Jahvid Best, former Detroit Lions RB, named to Saint Lucia Olympic team

Jahvid Best
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By Nick Zaccardi and Seth Rubinroit

Former Detroit Lions running back Jahvid Best has been submitted and approved for Saint Lucia’s Olympic track and field team and is set to become the first person with previous NFL experience to compete in a Summer Games.

“Above all else I’m excited to get out there and make my country and family proud,” Best said in a statement to NBC Olympics.

Best, a former California high school sprinter with a Saint Lucian father who holds dual citizenship, was a 2010 first-round draft pick whose football career was cut short after two seasons due to concussions.

He has been doing sprint training at the Altis center in Arizona, home of many elite Olympic athletes, for at least one year.

Best registered on the Olympic radar on April 2, when he ran a personal-best 10.16 seconds for the 100m with nearly the maximum allowable legal tailwind (1.9 meters/second) at a small meet in California.

That met the Olympic qualifying standard of 10.16 seconds or faster (on the dot), but the IAAF must also recognize the results as official.

The small meet’s director said in May they hadn’t considered sending results to the IAAF to be recognized. In June, after the director learned Best had run an Olympic qualifying time at the meet, those results finally appeared on Best’s IAAF profile.

But Best was still an American runner up until this week, though never in international competition, which was key to him being able to represent Saint Lucia in Rio.

He did not compete at the U.S. Olympic Trials, where he would not have made the Olympic team as the U.S. has several sprinters who are faster.

But Saint Lucia does not have faster sprinters. Best’s Saint Lucia representation issues were solved, clearing the way for him to compete in Rio.

“This is a huge accomplishment for me, but at the same time this is just the beginning,” Best said. “I have only been in this sport for two years professionally, and plan on being around for a long time.”

Saint Lucia, a Caribbean island that debuted at the Olympics in 1996, has never sent more than six athletes to an Olympics and never earned a medal, according to sports-reference.com.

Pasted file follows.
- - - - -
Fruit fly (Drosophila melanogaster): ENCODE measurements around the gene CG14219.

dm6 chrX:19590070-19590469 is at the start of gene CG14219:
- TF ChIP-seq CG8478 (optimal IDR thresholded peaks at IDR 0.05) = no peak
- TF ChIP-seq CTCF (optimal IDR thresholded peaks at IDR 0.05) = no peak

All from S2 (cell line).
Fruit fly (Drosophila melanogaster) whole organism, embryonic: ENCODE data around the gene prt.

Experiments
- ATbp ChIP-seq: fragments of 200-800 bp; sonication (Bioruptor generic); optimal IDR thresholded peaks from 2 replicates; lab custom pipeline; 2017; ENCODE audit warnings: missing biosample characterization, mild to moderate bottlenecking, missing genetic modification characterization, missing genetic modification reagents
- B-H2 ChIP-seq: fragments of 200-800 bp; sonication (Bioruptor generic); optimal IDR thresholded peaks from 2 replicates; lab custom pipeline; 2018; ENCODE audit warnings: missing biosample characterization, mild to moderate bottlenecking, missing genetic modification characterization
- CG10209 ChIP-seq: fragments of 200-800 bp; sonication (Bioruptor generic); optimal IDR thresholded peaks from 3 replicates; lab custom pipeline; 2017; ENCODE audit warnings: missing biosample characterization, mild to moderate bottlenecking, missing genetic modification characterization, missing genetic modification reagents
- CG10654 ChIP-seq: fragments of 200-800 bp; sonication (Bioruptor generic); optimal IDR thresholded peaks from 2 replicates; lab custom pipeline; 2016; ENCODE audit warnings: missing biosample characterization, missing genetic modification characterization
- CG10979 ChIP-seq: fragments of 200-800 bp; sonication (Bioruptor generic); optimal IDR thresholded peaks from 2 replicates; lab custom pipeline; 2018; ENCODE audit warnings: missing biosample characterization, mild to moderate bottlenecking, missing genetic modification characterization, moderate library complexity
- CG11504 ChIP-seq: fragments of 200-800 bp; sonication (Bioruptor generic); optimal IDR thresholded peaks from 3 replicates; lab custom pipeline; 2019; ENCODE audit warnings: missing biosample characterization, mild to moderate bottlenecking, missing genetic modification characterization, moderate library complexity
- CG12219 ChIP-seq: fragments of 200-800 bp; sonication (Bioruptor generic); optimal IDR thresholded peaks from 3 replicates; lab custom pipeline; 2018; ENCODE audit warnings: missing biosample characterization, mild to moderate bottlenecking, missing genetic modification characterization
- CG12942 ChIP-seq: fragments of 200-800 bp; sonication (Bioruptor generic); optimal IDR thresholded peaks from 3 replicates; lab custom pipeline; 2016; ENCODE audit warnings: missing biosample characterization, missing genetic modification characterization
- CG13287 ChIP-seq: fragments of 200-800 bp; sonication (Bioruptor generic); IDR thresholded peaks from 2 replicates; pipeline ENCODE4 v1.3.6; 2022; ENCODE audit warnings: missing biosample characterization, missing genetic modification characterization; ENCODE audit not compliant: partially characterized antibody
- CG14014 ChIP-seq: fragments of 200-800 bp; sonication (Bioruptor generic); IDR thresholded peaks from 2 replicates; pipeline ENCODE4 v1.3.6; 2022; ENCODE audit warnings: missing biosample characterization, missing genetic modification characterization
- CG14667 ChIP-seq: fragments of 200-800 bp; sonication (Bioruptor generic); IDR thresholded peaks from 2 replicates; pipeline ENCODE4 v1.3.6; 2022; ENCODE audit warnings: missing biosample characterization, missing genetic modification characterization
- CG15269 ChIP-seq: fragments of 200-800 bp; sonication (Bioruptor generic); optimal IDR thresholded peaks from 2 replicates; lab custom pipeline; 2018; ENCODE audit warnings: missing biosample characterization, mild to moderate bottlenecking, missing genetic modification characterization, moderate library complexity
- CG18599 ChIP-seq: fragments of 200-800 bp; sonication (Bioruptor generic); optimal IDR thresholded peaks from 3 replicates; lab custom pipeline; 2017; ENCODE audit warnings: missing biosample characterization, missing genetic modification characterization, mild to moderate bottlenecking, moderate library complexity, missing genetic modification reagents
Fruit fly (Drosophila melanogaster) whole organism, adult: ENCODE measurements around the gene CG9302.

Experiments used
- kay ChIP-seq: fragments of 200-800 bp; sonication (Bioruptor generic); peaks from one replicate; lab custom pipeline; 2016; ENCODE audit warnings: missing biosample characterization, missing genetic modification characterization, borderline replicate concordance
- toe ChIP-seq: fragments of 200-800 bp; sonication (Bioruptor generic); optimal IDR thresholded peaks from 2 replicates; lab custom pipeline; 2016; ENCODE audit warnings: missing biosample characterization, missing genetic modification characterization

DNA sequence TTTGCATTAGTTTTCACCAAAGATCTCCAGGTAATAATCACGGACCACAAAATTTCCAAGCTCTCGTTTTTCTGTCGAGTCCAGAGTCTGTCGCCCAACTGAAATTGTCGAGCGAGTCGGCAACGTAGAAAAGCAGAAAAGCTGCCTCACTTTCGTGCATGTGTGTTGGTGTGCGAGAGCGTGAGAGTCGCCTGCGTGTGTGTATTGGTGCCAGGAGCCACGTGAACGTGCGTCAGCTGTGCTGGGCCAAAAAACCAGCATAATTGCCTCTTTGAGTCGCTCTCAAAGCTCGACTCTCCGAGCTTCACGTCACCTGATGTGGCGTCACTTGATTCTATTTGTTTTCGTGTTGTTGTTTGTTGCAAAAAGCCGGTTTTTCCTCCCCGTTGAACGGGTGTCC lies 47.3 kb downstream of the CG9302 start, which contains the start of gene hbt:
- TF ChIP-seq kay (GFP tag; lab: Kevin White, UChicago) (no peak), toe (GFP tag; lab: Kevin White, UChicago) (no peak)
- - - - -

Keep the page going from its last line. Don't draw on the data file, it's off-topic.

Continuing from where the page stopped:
Best, given he hasn’t improved on that 10.16, would be fortunate to make the Olympic 100m semifinals.

About 40 NFL players have competed in the Olympics, but almost all of them have done so before playing their first regular-season game.

One athlete with prior NFL regular-season experience has competed at the Olympics, but it was at the Winter Games — 1982 Heisman Trophy winner Herschel Walker in bobsled at Albertville 1992.

Another NFL player could join Best in Rio. New England Patriots safety Nate Ebner is a candidate for the U.S. Olympic rugby team expected to be named any day now.

Three other athletes with NFL experience failed to make Rio Olympic teams.

Buffalo Bills wide receiver Marquise Goodwin finished seventh in the long jump at the U.S. Olympic Track and Field Trials on July 3. Goodwin, who finished 10th at the London Olympics before starting his NFL career, came into the meet with the two best jumps in the world for the year but strained a hamstring in qualifying at Trials. 

Former Tampa Bay Buccaneers and Indianapolis Colts return specialist Jeff Demps was eliminated in the first round of the 100m at the Olympic Track and Field Trials. Demps was a member of the U.S. 4x100m relay team at London 2012, taking a silver medal that later had to be returned due to teammate Tyson Gay‘s doping.

Former San Francisco 49ers running back Jarryd Hayne made a quixotic bid for the world’s best rugby sevens team — Fiji — but did not make the final 12-man roster.

MORE: Marquise Goodwin, Buffalo Bills WR, misses U.S. Olympic team

Kenenisa Bekele still eyes Eliud Kipchoge’s marathon world record, but a duel must wait

Kenenisa Bekele
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LONDON — Kenenisa Bekele made headlines last week by declaring “of course I am the best” long distance runner ever. But the Ethiopian was fifth-best at Sunday’s London Marathon, finishing 74 seconds behind Kenya’s Amos Kipruto.

Bekele, 40, clocked 2:05:53, the fastest-ever marathon by a runner 40 years or older. He was with the lead pack until being dropped in the 21st mile.

But Bekele estimated he could have run 90 to 120 seconds faster had he not missed parts of six weeks of training with hip and joint injuries.

“I expect better even if the preparation is short,” he said. “I know my talent and I know my capacity, but really I couldn’t achieve what I expect.”